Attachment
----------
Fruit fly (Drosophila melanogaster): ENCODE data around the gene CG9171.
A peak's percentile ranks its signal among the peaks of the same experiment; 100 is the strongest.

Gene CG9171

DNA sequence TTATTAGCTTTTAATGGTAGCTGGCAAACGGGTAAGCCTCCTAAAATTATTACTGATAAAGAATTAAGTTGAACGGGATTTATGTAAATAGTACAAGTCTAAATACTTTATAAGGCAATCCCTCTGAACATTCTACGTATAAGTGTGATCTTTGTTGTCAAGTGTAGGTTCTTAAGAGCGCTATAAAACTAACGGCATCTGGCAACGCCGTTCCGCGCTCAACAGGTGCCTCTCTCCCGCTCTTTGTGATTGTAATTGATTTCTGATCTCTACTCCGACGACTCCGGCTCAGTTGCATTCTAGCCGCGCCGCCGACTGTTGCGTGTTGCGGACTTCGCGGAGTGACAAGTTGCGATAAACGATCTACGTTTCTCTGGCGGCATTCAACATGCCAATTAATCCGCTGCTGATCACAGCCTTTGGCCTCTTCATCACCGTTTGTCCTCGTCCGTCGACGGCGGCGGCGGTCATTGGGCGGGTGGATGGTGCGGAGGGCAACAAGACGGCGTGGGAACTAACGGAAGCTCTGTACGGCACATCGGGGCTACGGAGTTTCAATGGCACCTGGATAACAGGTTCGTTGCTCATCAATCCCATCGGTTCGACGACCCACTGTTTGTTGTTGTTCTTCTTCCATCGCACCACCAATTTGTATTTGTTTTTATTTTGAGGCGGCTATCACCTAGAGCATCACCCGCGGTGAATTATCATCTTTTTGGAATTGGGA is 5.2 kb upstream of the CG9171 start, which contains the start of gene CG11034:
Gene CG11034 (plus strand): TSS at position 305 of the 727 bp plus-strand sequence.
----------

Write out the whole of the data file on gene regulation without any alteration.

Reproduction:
Fruit fly (Drosophila melanogaster): ENCODE data around the gene CG9171.
A peak's percentile ranks its signal among the peaks of the same experiment; 100 is the strongest.

Gene CG9171

DNA sequence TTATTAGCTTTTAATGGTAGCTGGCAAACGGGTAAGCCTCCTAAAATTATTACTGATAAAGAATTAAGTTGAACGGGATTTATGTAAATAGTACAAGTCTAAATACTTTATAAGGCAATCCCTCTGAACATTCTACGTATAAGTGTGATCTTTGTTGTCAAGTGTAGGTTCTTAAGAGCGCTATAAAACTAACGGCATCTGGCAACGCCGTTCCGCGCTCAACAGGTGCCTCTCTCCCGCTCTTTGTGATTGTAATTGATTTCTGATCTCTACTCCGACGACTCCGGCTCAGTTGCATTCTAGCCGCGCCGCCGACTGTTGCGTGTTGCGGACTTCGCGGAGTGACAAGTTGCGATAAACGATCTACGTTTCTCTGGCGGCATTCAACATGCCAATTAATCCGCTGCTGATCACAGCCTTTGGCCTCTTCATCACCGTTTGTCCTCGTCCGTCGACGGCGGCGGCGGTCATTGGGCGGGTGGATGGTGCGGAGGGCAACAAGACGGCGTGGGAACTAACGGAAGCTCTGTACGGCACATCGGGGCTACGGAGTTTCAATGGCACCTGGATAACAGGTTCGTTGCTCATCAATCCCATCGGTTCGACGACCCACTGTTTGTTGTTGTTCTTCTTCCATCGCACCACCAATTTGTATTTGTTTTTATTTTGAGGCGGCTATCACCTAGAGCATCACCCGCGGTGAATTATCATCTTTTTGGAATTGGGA is 5.2 kb upstream of the CG9171 start, which contains the start of gene CG11034:
Gene CG11034 (plus strand): TSS at position 305 of the 727 bp plus-strand sequence.